How Can Frozen Fruits And Vegetables Make You Healthier And Save On Grocery Costs?

“Fresh is best” is a motto for many health buffs, but recent research indicates that in some cases, frozen fruit has a higher health quotient. This is the case for fruits like blueberries; one study by researchers at South Dakota University has found that freezing blueberries boosts the bioavailability of anthocyanins - powerful antioxidants that offer anti-inflammatory, anti-viral, and anti-cancer benefits.

Blueberries aren’t the only produce that benefits from being frozen soon after picking. Anthocyanins are just one of many antioxidants that can be preserved in optimal state by simply freezing produce.

When Produce Loses its Wet Weight

A study published by CR Fellers found that green peas lose over half of their wet weight in the first day or two after being picked. Therefore, by the time this produce makes its way to our groceries and into our shopping basket, it is significantly less nutritious than when harvested. This isn’t always the case, of course. For instance, fresh produce tends to contain higher levels of vitamin C than frozen, but a recent study by SM Wunderlich et al found that fresh broccoli that is purchased when it is out of season (i.e. imported from abroad) has only 50 percent of the vitamin C content of seasonal broccoli. Therefore, if you opt for fresh produce, you should ensure that what you are buying is seasonal. Moreover, aim to purchase food from local growers who can sell you recently harvested produce.

The Benefits Range Beyond Fruit And Vegetables

A University of Illinois study has found that nutritious frozen foods can play an important part on a weight loss regimen. This is because frozen meals are portion controlled, and can aid those wishing to keep their total caloric count beneath a specific level. In the study, participants were divided into two groups. All participants reduced their caloric intake to 1,700 calories for an eight-week period, but one group prepared their own food (following the food pyramid) while the other consumed frozen foods. The results were that those who followed the frozen diet lost more weight (16 pounds), than those who made their own food (the latter lost 11.2 pounds).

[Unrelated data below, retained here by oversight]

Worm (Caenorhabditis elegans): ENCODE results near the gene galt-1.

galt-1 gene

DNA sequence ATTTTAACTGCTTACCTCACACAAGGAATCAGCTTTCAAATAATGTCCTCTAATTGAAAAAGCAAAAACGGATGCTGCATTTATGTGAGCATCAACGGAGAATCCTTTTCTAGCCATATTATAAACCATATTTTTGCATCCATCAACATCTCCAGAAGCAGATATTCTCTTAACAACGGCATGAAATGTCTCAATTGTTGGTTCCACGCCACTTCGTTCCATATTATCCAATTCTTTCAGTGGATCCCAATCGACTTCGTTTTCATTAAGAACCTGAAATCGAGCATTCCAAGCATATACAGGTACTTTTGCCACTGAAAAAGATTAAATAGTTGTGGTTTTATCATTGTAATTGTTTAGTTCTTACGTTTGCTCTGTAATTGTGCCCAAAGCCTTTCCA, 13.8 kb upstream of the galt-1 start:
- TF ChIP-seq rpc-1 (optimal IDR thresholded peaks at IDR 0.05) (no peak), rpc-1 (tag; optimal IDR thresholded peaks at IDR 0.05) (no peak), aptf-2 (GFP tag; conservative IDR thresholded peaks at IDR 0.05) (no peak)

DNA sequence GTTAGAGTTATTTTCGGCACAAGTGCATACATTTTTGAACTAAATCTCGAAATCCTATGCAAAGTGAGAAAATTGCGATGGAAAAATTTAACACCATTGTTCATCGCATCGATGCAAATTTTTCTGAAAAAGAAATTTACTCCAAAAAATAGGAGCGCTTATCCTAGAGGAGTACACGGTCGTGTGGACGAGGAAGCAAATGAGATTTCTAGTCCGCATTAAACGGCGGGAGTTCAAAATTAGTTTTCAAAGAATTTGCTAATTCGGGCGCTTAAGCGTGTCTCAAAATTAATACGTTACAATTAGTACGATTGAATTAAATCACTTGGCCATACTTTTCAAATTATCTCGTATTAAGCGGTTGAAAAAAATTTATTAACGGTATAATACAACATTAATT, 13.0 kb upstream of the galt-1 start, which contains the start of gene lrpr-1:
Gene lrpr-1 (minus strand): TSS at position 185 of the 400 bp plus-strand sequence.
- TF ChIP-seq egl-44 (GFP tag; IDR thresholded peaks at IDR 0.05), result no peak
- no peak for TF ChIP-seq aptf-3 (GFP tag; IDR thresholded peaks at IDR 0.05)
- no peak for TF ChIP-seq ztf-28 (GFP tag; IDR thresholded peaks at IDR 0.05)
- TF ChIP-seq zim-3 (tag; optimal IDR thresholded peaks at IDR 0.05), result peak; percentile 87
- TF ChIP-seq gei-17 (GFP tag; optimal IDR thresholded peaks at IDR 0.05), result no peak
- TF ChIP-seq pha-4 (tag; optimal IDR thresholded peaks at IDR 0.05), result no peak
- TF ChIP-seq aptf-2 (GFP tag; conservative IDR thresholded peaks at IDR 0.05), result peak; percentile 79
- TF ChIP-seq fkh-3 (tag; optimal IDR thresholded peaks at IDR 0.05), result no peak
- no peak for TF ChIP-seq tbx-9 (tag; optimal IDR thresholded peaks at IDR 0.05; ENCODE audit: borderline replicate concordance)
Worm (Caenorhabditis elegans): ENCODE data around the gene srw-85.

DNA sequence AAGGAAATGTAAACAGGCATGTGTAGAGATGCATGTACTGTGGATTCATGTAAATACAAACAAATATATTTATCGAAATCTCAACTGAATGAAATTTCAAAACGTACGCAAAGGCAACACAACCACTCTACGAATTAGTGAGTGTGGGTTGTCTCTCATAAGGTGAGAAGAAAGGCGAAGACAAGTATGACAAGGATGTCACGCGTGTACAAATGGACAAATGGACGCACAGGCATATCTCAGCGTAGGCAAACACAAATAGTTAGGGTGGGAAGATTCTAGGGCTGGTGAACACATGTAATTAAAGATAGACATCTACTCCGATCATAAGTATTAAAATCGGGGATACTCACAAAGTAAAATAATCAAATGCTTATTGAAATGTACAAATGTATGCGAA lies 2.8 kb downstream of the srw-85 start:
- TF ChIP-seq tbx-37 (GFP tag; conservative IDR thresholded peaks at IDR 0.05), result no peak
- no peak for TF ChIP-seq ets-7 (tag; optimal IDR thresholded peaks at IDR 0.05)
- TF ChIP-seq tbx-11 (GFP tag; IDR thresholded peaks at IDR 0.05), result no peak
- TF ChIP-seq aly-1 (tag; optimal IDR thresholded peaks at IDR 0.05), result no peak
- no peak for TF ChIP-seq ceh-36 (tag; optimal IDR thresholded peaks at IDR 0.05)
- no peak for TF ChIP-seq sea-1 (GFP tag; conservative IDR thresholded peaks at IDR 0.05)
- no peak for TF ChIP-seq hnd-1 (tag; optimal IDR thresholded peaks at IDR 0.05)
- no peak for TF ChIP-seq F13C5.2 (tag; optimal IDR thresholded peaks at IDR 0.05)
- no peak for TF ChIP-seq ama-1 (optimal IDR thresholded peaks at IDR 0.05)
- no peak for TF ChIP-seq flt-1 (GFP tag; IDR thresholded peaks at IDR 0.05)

The Cost Benefits Of Frozen Foods notes that buying produce in a frozen state can significantly lower costs. Fruits like pineapple, for instance, cost over a dollar less per pound when frozen, than fresh. In addition to the retail price, keeping frozen foods in a separate freezer can help prevent the wastage that occurs when fresh food isn’t eaten in a set number of days. Freezing foods can also ensure you always have something to thaw out or heat up quickly in the microwave when hunger strikes.

Buy Frozen Foods As Is

The key to making the most of the nutritional content of frozen foods, and of using these foods to aid in weight loss, is to purchase them in their purest state. For instance, it is better to buy separate bags of frozen vegetables such as broccoli, cauliflower, and Brussels sprouts, than to buy these in a mixed state with a ready-made sauce. Sauces should ideally be made at home on the spot, served above piping hot steamed, boiled, or grilled vegetables.

To ensure your family is healthy and energetic, don’t be reticent to rely on both frozen and fresh foods. Research which fruits have a greater nutritional content when frozen. These include blueberries and orange juice, whose nutrients become more “bio-available” thanks to cooling processes. When buying fresh, stick to seasonal foods that have been recently picked. Go organic when you can; this produce has been found to have a higher antioxidant content than conventionally grown foods.

About The Author:

Jennifer Trent is a freelance writer and editor. As a former nutrition consultant she specializes in writing about health and nutrition. When not working she loves to read, travel and spend time with her young family. 

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